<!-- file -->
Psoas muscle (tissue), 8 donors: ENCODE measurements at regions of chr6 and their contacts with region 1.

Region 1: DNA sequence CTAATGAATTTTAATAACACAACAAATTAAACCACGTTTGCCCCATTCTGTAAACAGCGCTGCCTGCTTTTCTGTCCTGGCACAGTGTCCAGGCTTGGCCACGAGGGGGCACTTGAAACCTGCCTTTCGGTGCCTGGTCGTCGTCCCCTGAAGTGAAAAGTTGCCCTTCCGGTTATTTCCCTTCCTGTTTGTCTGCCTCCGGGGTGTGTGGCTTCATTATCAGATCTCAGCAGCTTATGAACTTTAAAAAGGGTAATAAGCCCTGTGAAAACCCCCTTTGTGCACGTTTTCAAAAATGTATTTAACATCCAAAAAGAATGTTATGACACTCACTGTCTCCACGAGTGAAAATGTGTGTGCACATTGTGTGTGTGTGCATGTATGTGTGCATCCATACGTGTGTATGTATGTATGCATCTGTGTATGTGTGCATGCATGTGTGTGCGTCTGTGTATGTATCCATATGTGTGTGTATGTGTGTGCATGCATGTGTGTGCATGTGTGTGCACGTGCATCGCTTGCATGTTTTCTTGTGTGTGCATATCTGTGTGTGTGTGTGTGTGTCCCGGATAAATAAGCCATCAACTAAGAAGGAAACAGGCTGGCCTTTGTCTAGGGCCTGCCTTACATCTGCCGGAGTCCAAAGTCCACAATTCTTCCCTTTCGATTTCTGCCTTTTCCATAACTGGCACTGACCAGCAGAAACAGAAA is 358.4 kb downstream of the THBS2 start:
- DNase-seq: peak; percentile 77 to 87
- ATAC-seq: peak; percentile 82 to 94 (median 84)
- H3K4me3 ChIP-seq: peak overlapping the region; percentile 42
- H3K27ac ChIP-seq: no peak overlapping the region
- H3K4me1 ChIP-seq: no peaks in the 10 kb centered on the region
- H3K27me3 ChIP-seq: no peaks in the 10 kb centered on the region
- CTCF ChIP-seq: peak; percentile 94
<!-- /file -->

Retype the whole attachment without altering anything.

Psoas muscle (tissue), 8 donors: ENCODE measurements at regions of chr6 and their contacts with region 1.

Region 1: DNA sequence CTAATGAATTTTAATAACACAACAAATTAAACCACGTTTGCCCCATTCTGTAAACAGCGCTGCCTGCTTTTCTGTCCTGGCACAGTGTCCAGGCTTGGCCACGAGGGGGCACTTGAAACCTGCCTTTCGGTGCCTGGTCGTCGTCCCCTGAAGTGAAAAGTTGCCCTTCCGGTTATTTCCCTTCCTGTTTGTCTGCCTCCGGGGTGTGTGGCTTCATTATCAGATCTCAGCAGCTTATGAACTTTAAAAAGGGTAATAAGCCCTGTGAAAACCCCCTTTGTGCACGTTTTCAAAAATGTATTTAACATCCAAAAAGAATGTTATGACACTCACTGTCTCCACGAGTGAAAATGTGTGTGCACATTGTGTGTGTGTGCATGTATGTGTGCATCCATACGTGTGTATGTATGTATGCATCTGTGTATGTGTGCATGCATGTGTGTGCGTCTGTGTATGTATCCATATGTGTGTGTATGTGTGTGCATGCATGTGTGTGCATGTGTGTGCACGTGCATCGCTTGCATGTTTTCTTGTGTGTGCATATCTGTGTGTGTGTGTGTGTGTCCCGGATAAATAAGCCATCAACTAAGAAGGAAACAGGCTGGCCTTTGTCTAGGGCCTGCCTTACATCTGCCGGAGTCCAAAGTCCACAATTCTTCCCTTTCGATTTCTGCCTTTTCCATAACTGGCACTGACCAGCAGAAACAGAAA is 358.4 kb downstream of the THBS2 start:
- DNase-seq: peak; percentile 77 to 87
- ATAC-seq: peak; percentile 82 to 94 (median 84)
- H3K4me3 ChIP-seq: peak overlapping the region; percentile 42
- H3K27ac ChIP-seq: no peak overlapping the region
- H3K4me1 ChIP-seq: no peaks in the 10 kb centered on the region
- H3K27me3 ChIP-seq: no peaks in the 10 kb centered on the region
- CTCF ChIP-seq: peak; percentile 94